Value (computer science)

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Template:Mergefrom In computer science, a value may be a number, literal string, array and anything that can be treated as if it were a number. In other words, label, subprogram, datatype, inheritance and control flow are not values in general. The exact definition varies across programming languages. Variables and subprogram calling sites are mostly treated as values.

The distinction from object is subtle but one can say that objects include the private memory storage referred to by targets of references while values are independent of storage and only contain public parts. For example, references are commonly expressed as values, notably a pointer in C programming language. In C, object references can be represented as a struct that contains a void pointer whose target structure is unknown to client code; the void pointer would refer to an object.

The use of a term value is useful in clarifying the exact meaning of assignments, copying, and comparison of objects. In the value model, for instance, objects itself are copied instead of references to it, they are treated as if they were numbers.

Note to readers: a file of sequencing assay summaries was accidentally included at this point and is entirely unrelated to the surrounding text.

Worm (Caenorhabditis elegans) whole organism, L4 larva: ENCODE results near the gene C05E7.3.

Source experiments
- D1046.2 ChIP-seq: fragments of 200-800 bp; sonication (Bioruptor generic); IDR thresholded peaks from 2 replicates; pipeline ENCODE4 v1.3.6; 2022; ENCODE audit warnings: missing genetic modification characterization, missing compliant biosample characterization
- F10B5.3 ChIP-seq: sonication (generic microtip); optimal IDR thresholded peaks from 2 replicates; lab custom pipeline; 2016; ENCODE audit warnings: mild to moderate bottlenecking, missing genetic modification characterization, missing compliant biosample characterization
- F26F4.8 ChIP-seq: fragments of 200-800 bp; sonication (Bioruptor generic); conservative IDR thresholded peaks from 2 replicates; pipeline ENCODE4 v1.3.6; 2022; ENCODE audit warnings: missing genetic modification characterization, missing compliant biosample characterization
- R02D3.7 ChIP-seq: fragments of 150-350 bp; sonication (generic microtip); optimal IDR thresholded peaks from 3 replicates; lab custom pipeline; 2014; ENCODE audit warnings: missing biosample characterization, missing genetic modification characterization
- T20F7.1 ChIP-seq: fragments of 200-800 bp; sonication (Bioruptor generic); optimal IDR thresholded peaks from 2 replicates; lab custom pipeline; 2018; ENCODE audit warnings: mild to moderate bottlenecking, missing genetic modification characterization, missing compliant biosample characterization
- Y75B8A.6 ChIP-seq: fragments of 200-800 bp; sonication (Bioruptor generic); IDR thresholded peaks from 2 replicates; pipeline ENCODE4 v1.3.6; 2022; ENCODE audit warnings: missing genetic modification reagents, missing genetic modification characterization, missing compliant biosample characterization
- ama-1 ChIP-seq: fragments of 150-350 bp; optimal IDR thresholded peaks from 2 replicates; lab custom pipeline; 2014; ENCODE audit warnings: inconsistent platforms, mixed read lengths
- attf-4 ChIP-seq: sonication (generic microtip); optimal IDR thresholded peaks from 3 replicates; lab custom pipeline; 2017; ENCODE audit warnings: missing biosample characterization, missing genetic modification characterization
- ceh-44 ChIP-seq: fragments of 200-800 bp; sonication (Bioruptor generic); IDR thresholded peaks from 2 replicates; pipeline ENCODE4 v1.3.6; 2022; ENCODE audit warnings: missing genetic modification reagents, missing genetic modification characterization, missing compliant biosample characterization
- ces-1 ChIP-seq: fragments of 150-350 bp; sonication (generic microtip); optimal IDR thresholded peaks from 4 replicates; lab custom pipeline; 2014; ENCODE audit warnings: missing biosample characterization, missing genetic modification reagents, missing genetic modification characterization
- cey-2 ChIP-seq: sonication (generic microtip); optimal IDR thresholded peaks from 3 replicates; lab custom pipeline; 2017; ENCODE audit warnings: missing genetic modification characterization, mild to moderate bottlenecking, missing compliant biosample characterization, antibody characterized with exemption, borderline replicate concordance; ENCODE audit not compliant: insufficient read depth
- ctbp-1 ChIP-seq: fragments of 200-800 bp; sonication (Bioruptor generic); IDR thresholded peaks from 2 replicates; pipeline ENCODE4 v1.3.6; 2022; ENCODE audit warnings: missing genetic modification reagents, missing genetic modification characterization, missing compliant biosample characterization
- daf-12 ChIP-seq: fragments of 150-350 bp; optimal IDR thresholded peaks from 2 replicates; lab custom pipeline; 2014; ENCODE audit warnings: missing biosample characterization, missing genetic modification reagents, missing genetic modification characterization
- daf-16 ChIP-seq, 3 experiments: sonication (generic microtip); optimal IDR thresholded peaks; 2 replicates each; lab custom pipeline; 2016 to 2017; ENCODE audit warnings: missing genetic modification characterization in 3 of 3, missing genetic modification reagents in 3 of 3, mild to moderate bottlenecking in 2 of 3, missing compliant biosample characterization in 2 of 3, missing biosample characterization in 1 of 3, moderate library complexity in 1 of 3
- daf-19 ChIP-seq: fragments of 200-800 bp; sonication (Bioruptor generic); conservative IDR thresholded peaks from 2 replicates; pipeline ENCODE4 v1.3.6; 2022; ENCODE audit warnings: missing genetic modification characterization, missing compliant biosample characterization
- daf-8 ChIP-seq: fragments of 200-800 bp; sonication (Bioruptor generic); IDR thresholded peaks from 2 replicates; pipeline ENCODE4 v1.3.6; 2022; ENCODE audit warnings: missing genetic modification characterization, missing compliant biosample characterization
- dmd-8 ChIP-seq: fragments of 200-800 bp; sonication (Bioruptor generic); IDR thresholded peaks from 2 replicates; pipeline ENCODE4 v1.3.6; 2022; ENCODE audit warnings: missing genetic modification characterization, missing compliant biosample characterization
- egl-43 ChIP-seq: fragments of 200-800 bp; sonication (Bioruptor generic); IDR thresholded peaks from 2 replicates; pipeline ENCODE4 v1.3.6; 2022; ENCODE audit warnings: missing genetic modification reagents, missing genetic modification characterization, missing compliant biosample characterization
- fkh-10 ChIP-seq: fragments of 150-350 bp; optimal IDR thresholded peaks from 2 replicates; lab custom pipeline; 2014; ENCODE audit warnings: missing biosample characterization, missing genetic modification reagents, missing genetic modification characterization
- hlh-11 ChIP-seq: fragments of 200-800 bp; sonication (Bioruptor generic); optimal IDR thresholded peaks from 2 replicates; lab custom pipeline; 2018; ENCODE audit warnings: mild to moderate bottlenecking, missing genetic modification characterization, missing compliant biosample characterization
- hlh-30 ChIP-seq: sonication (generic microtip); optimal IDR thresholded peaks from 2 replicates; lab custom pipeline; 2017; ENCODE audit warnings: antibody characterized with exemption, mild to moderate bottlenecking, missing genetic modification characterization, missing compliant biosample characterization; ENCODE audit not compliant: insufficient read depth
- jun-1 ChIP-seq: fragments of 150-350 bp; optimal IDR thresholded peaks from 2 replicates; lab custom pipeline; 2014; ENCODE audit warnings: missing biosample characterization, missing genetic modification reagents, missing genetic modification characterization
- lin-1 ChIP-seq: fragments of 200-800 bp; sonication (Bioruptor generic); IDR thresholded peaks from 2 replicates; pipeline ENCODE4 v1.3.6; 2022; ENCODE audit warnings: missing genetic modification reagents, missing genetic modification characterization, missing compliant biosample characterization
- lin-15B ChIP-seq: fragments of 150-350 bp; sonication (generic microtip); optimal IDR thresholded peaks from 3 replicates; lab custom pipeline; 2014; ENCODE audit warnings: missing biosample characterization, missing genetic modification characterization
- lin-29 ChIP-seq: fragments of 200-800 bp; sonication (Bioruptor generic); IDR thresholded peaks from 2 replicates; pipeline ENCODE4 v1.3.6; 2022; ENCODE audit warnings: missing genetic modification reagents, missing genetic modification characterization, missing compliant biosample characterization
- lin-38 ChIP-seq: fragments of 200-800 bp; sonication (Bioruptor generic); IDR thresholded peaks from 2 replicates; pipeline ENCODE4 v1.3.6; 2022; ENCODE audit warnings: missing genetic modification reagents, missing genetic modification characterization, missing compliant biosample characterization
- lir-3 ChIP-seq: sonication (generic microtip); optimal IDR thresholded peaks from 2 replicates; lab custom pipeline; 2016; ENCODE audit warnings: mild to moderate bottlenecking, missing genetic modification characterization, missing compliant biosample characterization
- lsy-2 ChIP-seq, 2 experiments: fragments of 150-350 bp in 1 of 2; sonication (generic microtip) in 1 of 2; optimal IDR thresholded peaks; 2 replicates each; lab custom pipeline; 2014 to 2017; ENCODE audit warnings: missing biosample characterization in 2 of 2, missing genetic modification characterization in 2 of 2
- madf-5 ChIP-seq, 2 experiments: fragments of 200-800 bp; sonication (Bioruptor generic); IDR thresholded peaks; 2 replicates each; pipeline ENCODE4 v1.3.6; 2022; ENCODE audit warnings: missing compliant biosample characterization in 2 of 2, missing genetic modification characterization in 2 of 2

L-value and r-value

Some languages use the idea of l-value and r-value. L-values are values that have addresses, meaning they are variables or dereferenced references to certain place. R-value is either l-value or non-l-value — a term only used to distinguish from l-value. In C, the term l-value originally meant something that could be assigned (coming from left-value, indicating it was on the left side of the = operator), but since 'const' was added to the language, this now is termed a 'modifiable l-value'.

An lvalue is an expression that designates (refers to) an object. A non-modifiable lvalue is addressable, but not assignable. A modifiable lvalue allows the designated object to be changed as well as examined. An rvalue is any expression that isn't an lvalue, it refers to a data value that is stored at some address in memory.

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